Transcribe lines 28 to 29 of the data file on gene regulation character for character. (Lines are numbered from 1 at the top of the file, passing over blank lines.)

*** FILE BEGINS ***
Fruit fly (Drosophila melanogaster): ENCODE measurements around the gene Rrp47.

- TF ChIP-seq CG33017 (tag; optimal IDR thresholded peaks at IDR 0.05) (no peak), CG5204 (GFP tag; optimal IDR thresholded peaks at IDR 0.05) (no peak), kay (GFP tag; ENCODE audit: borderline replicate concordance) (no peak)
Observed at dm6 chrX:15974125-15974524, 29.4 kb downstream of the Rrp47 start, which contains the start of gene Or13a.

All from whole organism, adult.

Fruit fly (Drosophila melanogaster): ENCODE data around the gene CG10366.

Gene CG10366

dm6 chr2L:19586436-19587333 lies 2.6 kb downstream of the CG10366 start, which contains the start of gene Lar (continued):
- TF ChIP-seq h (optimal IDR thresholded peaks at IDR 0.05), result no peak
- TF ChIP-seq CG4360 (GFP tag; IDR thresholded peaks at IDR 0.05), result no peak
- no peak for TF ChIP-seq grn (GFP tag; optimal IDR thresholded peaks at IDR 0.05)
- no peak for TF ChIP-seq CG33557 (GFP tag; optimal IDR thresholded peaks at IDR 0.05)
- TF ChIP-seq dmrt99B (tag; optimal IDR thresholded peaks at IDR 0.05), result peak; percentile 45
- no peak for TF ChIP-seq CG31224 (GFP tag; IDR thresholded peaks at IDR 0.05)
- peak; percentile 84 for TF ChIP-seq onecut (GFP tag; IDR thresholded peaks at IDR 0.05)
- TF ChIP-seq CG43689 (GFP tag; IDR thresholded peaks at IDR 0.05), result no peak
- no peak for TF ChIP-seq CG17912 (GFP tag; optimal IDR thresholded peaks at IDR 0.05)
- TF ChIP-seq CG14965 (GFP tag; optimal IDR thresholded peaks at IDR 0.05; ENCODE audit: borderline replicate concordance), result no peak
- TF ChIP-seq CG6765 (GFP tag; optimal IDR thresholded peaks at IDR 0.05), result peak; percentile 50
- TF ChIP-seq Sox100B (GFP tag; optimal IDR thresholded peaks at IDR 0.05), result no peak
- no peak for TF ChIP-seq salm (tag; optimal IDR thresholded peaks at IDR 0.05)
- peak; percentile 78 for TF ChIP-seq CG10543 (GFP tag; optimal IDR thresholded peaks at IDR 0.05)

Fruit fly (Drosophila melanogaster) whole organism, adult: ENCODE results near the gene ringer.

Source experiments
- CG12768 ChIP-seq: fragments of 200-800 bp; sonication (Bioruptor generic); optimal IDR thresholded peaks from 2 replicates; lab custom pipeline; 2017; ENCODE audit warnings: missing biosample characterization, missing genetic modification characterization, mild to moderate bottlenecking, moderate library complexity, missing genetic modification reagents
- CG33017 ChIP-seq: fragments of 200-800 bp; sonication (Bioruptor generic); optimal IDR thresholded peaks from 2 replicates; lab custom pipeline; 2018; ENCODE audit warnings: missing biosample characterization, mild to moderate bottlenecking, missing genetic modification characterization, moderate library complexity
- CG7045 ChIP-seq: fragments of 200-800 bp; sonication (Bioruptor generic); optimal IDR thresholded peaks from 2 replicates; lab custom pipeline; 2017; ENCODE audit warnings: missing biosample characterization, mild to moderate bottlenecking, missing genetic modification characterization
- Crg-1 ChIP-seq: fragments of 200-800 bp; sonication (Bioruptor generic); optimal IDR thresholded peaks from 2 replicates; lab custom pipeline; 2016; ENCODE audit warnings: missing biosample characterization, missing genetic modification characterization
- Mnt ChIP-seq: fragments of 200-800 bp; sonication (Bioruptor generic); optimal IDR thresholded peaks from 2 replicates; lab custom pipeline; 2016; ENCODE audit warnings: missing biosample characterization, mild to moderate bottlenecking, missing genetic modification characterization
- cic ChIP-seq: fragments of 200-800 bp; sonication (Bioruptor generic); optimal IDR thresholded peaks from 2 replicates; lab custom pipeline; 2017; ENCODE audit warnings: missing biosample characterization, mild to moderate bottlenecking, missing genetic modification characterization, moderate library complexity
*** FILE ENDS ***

- Mnt ChIP-seq: fragments of 200-800 bp; sonication (Bioruptor generic); optimal IDR thresholded peaks from 2 replicates; lab custom pipeline; 2016; ENCODE audit warnings: missing biosample characterization, mild to moderate bottlenecking, missing genetic modification characterization
- cic ChIP-seq: fragments of 200-800 bp; sonication (Bioruptor generic); optimal IDR thresholded peaks from 2 replicates; lab custom pipeline; 2017; ENCODE audit warnings: missing biosample characterization, mild to moderate bottlenecking, missing genetic modification characterization, moderate library complexity